Is the OC a Croney County?
After watching a year long, bare-knuckled political fistfight in Sacramento over the funky nickname, it now comes down to one man’s call.
Gov. Jerry Brown.
Orange County supervisors started the brawl last year by adopting that very standard for their labor contracts with the Civic Openness in Negotiations (COIN) ordinance.
Soon after, local labor partnered with State Sen. Tony Mendoza — presenting their own counter-offer for public discourse, the Civic Reporting Openness in Negotiations Efficiency Act, or CRONEY.
The two sides have been rumbling ever since throughout state legislative committees and the floors of both houses.
The State Senate narrowly approved CRONEY and presented it to Brown at about 10:45 p.m. last Friday.
Orange County supervisors have been freaking out over the legislation from day one, with officials such as State Sen. John Moorlach (the former county supervisor who introduced COIN) and State Senators Pat Bates and Janet Nguyen (two other former county supervisors who supported COIN) taking deep offense at the implication that public contracting in their backyard is corrupt and essentially for sale to the highest campaign bidder.
They have denounced CRONEY as nothing more than political payback for efforts to shed light on labor negotiations, which are indeed difficult to track publicly given the nature of the state’s collective bargaining rules.
Media institutions such as the Los Angeles Times and First Amendment groups like CalAware have both applauded efforts to shine more light on labor talks. The same kinds of groups push for similar transparency when it comes to corporate contracts.
In an email update this week to supporters, Moorlach took direct aim at Brown, characterizing his potential support for CRONEY as evidence of payback and public employee dominance of Sacramento.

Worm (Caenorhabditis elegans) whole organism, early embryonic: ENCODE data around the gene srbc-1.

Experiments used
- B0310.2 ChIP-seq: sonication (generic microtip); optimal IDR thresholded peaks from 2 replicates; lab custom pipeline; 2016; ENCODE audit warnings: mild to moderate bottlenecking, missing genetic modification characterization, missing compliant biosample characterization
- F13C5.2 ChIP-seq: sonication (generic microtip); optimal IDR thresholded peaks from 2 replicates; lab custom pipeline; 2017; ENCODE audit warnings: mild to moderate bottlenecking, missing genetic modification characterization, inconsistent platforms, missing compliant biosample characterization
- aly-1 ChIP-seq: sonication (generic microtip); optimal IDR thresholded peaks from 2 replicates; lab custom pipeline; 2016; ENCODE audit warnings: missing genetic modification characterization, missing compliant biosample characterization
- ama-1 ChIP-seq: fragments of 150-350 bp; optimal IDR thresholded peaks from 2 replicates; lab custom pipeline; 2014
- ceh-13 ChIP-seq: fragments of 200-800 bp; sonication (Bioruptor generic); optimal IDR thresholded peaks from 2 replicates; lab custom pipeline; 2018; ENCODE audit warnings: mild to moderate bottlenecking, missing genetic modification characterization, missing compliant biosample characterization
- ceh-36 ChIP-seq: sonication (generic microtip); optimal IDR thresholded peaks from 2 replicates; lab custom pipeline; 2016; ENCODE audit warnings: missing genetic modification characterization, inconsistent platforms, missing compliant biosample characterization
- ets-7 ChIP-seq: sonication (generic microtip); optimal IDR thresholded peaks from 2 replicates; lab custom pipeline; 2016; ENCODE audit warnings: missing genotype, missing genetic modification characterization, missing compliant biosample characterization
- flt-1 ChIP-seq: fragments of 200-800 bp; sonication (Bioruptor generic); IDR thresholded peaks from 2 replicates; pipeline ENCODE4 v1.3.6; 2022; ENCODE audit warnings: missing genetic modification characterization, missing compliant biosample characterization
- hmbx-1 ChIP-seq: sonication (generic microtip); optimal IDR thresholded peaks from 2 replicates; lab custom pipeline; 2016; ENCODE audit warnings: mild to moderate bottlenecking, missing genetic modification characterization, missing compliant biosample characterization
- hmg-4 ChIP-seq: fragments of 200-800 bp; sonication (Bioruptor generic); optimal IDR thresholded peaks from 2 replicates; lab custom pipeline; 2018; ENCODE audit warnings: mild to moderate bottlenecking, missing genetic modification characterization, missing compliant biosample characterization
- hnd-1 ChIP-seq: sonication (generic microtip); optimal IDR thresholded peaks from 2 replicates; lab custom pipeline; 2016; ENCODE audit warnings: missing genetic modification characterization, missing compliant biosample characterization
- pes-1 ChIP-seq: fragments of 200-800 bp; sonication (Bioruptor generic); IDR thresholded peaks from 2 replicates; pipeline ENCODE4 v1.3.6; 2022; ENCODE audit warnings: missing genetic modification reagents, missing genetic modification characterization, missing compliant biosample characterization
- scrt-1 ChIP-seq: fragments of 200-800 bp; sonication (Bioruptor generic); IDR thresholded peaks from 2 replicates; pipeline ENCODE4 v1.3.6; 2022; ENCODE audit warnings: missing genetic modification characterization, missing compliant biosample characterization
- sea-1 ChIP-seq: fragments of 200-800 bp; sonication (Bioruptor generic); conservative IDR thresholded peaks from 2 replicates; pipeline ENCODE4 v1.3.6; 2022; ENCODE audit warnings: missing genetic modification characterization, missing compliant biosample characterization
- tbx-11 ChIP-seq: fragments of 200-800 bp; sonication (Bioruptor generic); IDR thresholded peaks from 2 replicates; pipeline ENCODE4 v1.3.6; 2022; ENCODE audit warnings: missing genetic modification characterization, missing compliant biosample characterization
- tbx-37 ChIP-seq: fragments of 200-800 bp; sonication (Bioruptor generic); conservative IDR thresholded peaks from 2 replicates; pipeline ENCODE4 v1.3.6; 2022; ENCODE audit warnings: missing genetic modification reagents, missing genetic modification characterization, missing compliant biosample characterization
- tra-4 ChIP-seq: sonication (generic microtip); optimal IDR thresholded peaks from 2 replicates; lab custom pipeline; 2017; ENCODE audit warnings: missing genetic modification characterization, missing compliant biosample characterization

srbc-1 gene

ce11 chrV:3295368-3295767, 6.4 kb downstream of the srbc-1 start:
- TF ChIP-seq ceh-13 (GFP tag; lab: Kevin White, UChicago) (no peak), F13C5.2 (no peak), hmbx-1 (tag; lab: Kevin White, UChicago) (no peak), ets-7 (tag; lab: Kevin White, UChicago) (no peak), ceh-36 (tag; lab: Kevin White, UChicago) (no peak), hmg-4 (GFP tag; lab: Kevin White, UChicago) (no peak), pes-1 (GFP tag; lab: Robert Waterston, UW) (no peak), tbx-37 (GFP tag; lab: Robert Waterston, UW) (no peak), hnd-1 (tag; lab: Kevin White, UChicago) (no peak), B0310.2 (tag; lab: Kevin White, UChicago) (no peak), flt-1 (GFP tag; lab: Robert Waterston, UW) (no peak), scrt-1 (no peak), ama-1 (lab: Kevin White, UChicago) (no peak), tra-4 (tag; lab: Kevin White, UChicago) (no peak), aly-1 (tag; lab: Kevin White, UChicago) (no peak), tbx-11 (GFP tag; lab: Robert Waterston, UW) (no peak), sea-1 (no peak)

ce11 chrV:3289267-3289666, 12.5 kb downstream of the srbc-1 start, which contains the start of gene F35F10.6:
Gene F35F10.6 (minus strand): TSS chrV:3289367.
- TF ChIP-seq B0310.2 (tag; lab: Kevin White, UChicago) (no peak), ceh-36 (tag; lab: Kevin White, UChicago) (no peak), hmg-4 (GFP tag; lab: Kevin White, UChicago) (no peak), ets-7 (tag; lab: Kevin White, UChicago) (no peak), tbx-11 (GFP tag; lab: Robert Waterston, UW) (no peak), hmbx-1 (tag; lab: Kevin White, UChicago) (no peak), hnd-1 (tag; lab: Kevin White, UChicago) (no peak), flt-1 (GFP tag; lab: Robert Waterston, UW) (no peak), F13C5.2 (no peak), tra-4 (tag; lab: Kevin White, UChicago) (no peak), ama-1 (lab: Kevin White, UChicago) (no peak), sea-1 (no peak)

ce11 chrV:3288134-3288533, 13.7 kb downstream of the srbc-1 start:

“He (Brown) should want more public scrutiny of the negotiation process, as he’s not doing so well in this critical area…The Governor knows that I was critical of his efforts on addressing retiree medical liabilities. I would call it “reform-lite,” as it only makes the pension problem worse (more on this at a later time). All to say, I’m sure that the Governor will sign SB 331 in retribution, which seems to be the theme here. But, the taxpayers will lose, again, thanks to the dominance of the public employee unions.”
OCEA General Manager Jennifer Muir doesn’t agree that payback accurately describes what’s in play here.
“Evenly applied transparency,” is how she publicly describes CRONEY.
If you want to have hyper-public labor talks, you should have hyper-public private contract talks, Muir argues.
Note that CRONEY doesn’t apply if you don’t adopt or if you repeal COIN.
County supervisors had a chance to back up from that confrontation earlier this month after a judge ruled they had improperly adopted their COIN ordinance. Yet despite the public urging of their County Counsel, county supervisors have to this date stood steadfast in their desire to keep the tenets of COIN – public labor negotiating.